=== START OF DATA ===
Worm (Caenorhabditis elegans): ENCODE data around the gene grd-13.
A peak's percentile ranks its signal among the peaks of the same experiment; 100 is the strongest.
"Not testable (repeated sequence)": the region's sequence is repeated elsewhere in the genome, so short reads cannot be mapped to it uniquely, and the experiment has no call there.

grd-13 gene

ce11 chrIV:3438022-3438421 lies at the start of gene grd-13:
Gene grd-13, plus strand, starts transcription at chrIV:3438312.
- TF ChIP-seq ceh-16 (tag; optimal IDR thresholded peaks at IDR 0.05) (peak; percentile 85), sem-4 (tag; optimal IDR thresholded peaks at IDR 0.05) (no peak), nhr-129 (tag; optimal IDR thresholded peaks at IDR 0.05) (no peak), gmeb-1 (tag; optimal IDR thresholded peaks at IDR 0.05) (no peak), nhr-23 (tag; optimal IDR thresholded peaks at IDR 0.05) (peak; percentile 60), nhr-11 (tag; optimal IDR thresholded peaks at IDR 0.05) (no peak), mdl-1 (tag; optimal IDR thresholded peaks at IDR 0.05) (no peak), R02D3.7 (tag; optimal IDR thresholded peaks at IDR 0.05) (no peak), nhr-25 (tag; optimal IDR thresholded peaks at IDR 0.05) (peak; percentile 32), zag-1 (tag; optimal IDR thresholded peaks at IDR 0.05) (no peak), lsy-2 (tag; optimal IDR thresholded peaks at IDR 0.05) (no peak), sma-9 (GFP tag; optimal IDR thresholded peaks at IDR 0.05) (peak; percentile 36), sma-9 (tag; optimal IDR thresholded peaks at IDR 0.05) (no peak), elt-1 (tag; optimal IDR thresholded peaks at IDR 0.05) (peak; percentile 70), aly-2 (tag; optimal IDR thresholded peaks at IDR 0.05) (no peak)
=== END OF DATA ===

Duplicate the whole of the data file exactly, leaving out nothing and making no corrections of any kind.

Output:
Worm (Caenorhabditis elegans): ENCODE data around the gene grd-13.
A peak's percentile ranks its signal among the peaks of the same experiment; 100 is the strongest.
"Not testable (repeated sequence)": the region's sequence is repeated elsewhere in the genome, so short reads cannot be mapped to it uniquely, and the experiment has no call there.

grd-13 gene

ce11 chrIV:3438022-3438421 lies at the start of gene grd-13:
Gene grd-13, plus strand, starts transcription at chrIV:3438312.
- TF ChIP-seq ceh-16 (tag; optimal IDR thresholded peaks at IDR 0.05) (peak; percentile 85), sem-4 (tag; optimal IDR thresholded peaks at IDR 0.05) (no peak), nhr-129 (tag; optimal IDR thresholded peaks at IDR 0.05) (no peak), gmeb-1 (tag; optimal IDR thresholded peaks at IDR 0.05) (no peak), nhr-23 (tag; optimal IDR thresholded peaks at IDR 0.05) (peak; percentile 60), nhr-11 (tag; optimal IDR thresholded peaks at IDR 0.05) (no peak), mdl-1 (tag; optimal IDR thresholded peaks at IDR 0.05) (no peak), R02D3.7 (tag; optimal IDR thresholded peaks at IDR 0.05) (no peak), nhr-25 (tag; optimal IDR thresholded peaks at IDR 0.05) (peak; percentile 32), zag-1 (tag; optimal IDR thresholded peaks at IDR 0.05) (no peak), lsy-2 (tag; optimal IDR thresholded peaks at IDR 0.05) (no peak), sma-9 (GFP tag; optimal IDR thresholded peaks at IDR 0.05) (peak; percentile 36), sma-9 (tag; optimal IDR thresholded peaks at IDR 0.05) (no peak), elt-1 (tag; optimal IDR thresholded peaks at IDR 0.05) (peak; percentile 70), aly-2 (tag; optimal IDR thresholded peaks at IDR 0.05) (no peak)